Gabapentin May Help Repair Brain After Stroke
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Ohio State scientists discovered that an already approved and commonly prescribed drug, named gabapentin, could help the brain repair itself after suffering a stroke.
Gabapentin is used to help control seizures and manage nerve pain. However, in mice with blood clot-induced strokes, Gabapentin helped the mice recover fine motor control in the upper limbs, with improvement even after the therapy ended.
The finding builds on previous research, and the researchers found that gabapentin blocks a protein in the brain that can stop healing.
They compared the protein to the brake pedal in a car. You will not go too far if you press down on the brake, no matter how hard or amount you push on the gas pedal.
Gabapentin for Stroke Recovery
A stroke is caused by a clot cutting off blood supply to a part of the brain, leading to brain cells’ death in the surrounding region.
This leads to long-term complications, including emotional and memory issues, loss of muscle use, and difficulty swallowing and talking.
According to the CDC, over 600,000 people have a first stroke each year, which means millions will need help with recovery in the next few years.
The Natural Repair Systems
The first level of therapy for stroke is to re-establish blood flow as fast as possible. However, the scientists discovered that this critical step had no impact on gabapentin’s usefulness, with motor function improvement happening whether the mice got the drug an hour or the day after stroke onset.
After the mice had a stroke, the neurons accountable for sending signals to the muscles on the sides that are undamaged of their brains began birthing new axons to form new connections, referred to as “plasticity” — the capability of brain areas to repair damaged and adapt structures and circuits.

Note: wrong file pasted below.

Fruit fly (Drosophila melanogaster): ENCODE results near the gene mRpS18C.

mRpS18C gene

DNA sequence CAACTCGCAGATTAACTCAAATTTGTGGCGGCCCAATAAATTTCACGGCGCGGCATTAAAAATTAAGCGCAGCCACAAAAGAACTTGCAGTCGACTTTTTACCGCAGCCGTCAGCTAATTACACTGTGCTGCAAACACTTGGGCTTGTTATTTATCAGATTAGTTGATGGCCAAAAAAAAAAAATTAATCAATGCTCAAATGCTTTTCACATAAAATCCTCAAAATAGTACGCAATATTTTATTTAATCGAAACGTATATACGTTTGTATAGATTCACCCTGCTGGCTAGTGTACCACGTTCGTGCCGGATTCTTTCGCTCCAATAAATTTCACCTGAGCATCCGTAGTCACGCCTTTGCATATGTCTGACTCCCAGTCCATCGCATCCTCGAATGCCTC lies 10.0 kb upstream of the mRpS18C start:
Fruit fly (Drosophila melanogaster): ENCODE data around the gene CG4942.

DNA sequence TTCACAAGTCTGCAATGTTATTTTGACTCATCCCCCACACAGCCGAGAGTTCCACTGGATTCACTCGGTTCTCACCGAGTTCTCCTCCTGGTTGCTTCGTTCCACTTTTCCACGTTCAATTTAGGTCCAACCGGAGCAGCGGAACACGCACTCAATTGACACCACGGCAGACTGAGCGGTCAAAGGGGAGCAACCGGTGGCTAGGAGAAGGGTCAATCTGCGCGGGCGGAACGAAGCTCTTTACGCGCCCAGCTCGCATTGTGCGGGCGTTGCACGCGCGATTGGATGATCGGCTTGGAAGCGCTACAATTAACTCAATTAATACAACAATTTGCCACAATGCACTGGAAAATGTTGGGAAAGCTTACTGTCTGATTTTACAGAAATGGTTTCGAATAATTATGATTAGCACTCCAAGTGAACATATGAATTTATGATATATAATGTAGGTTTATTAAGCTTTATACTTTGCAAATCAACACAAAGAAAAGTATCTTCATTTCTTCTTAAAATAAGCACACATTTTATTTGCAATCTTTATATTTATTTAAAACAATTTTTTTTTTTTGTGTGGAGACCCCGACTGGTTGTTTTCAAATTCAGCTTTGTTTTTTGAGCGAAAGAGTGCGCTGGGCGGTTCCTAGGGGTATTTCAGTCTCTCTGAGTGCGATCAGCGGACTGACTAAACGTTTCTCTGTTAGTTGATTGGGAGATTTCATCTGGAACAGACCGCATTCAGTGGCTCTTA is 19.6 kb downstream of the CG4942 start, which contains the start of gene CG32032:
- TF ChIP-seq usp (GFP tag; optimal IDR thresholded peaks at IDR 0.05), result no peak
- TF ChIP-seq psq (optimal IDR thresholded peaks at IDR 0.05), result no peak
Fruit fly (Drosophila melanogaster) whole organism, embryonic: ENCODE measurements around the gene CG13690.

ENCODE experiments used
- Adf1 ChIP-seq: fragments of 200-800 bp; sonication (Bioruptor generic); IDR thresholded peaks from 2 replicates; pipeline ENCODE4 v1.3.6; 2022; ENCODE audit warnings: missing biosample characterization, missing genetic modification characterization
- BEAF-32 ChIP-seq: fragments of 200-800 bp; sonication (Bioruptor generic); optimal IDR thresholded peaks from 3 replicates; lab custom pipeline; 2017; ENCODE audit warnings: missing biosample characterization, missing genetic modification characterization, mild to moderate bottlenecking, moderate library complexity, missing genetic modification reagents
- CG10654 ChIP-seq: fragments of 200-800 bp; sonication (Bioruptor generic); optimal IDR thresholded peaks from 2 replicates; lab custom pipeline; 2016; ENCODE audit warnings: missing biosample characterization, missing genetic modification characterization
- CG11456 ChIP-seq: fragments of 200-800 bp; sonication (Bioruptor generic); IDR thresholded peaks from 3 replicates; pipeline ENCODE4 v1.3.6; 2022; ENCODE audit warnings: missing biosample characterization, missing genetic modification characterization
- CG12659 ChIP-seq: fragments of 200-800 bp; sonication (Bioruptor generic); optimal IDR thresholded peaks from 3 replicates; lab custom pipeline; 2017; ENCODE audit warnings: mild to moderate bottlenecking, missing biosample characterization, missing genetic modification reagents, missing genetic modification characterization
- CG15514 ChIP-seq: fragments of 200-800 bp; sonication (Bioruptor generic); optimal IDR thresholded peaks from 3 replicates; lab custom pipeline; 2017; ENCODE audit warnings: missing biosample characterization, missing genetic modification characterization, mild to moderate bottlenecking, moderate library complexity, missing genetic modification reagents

Injured neurons can form “hyperexcited,” the firing signals that may cause pain and muscle contractions.
If a brain protein named alpha2delta2 is expressed too much after being damaged by a stroke, it may contribute to this condition as it slows down axon growth.
A Better Fix: Gabapentin
Gabapentin constrains this protein, letting the nerve cells regrow and organize more effectively and efficiently.
Mice that got gabapentin daily for six weeks regained fine motor control in their upper limbs, and it lasted for up to two weeks after the dosing stopped; control mice who didn’t receive gabapentin didn’t regain motor control.
The researchers think that their study may be a first step towards finding a better use for an already-approved drug. As Gabapentin is already widely understood and used, trials in humans can be easier and faster than new meds.